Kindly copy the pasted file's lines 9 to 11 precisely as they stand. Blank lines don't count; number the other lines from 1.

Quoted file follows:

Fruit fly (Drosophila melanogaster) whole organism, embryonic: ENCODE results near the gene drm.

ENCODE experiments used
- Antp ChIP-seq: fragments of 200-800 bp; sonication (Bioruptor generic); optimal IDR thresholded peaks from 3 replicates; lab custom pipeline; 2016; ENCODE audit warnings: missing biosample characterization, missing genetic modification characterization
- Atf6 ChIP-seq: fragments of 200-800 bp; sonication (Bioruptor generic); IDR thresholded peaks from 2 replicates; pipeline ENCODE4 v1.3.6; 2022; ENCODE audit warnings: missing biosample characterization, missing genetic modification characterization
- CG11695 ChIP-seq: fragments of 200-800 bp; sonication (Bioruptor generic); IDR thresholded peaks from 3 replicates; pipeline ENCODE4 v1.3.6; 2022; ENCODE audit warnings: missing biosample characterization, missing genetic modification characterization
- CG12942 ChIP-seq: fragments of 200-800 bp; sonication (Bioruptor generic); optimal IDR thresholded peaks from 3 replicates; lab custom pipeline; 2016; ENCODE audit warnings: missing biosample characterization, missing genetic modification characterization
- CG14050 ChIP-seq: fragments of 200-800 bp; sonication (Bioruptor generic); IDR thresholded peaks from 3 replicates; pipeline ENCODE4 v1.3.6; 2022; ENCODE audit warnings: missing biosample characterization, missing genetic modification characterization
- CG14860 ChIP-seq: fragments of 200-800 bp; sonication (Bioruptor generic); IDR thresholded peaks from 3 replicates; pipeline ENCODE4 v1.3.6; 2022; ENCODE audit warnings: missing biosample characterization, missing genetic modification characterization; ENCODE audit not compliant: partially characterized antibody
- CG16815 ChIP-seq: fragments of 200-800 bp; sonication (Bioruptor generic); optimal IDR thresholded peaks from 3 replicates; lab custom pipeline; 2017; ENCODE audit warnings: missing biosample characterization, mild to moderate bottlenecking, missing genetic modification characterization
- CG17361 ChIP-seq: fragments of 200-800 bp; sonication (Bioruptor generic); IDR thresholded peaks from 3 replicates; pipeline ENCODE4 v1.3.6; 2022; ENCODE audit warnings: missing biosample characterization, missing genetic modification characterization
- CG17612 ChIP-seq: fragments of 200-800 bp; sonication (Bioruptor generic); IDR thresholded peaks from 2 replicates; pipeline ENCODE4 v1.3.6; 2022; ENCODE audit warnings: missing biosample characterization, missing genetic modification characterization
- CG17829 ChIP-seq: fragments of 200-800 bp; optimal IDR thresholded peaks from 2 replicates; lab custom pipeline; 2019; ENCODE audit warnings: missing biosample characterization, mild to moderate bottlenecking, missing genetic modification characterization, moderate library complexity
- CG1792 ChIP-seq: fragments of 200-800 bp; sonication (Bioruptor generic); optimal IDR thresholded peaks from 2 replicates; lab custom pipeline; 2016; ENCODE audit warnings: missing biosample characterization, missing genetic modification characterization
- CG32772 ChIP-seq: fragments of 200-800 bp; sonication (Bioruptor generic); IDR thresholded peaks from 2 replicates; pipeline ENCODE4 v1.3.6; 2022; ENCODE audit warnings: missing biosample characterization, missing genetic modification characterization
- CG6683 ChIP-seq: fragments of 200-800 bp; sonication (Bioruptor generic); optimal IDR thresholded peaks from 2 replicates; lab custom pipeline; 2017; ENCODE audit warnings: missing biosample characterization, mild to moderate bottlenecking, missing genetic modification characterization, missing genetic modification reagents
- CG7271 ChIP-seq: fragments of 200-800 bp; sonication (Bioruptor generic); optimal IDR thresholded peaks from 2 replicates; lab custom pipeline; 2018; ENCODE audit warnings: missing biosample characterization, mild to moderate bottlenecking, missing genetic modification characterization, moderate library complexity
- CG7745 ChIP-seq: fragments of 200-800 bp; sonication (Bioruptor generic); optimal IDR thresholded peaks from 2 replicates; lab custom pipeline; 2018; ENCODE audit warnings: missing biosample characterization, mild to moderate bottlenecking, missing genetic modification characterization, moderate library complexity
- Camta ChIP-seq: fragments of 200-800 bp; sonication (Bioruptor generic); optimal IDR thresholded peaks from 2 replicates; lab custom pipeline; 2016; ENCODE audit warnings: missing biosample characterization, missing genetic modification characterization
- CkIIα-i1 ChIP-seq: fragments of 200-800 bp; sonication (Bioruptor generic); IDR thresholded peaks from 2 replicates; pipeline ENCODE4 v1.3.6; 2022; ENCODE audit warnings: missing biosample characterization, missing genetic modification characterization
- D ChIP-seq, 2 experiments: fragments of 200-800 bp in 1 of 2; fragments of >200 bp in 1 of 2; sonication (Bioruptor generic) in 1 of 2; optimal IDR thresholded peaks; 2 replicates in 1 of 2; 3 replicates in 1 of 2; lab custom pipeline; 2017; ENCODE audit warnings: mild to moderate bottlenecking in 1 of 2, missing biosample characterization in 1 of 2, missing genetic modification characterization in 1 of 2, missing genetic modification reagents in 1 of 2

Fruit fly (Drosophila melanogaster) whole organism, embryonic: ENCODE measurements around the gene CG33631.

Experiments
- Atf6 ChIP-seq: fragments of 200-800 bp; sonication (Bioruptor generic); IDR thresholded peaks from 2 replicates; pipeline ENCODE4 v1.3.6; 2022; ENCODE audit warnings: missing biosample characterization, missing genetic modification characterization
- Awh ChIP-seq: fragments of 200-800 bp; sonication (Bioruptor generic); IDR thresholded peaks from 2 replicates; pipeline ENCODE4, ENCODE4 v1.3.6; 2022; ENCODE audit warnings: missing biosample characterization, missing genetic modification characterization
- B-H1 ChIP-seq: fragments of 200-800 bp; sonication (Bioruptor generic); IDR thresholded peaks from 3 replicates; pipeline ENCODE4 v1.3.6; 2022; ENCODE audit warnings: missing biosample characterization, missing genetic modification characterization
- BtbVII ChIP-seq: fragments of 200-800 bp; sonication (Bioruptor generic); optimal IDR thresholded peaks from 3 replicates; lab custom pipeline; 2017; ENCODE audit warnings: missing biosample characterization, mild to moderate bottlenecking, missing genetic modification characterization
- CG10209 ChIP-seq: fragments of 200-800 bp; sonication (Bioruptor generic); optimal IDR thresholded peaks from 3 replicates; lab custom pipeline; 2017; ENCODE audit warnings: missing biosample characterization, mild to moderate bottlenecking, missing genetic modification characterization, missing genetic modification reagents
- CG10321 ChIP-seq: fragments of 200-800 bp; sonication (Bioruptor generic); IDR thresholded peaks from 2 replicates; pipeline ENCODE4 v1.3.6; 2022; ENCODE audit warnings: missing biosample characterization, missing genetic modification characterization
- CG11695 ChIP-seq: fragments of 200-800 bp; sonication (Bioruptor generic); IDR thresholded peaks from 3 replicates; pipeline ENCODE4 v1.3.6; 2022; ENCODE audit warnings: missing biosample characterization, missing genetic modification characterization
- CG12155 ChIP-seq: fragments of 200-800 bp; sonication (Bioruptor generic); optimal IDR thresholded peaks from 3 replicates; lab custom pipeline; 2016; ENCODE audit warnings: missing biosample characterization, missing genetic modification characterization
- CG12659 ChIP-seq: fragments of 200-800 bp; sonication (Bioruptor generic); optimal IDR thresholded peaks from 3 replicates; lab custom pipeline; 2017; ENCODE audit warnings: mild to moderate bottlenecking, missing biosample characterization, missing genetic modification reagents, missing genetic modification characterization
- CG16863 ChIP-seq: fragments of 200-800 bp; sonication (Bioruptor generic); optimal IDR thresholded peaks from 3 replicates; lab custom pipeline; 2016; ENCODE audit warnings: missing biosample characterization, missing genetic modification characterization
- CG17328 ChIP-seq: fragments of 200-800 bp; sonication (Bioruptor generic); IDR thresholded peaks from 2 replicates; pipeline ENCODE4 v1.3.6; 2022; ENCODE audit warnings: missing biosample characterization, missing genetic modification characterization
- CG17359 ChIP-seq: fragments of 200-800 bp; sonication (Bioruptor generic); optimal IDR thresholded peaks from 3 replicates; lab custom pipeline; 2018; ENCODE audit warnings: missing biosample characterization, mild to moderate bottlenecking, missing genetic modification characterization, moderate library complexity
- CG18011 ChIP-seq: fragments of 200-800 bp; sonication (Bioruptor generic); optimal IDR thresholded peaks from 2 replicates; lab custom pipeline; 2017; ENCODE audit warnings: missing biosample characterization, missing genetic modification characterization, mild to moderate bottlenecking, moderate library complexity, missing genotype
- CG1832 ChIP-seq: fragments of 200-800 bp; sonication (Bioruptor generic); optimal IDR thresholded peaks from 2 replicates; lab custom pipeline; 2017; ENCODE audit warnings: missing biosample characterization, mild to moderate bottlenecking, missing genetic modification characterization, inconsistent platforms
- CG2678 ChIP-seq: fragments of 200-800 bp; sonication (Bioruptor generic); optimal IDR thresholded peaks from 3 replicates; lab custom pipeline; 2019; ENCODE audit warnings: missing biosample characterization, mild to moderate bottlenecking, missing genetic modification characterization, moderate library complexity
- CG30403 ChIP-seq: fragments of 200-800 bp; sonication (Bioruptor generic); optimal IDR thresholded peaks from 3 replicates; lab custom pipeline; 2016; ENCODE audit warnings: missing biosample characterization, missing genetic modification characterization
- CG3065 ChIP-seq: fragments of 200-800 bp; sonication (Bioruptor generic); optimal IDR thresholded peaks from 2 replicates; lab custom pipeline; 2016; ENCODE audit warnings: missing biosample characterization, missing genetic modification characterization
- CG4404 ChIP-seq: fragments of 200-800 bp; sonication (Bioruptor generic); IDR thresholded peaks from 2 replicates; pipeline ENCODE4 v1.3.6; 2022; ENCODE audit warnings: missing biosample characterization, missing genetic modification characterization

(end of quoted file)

- CG16815 ChIP-seq: fragments of 200-800 bp; sonication (Bioruptor generic); optimal IDR thresholded peaks from 3 replicates; lab custom pipeline; 2017; ENCODE audit warnings: missing biosample characterization, mild to moderate bottlenecking, missing genetic modification characterization
- CG17361 ChIP-seq: fragments of 200-800 bp; sonication (Bioruptor generic); IDR thresholded peaks from 3 replicates; pipeline ENCODE4 v1.3.6; 2022; ENCODE audit warnings: missing biosample characterization, missing genetic modification characterization
- CG17612 ChIP-seq: fragments of 200-800 bp; sonication (Bioruptor generic); IDR thresholded peaks from 2 replicates; pipeline ENCODE4 v1.3.6; 2022; ENCODE audit warnings: missing biosample characterization, missing genetic modification characterization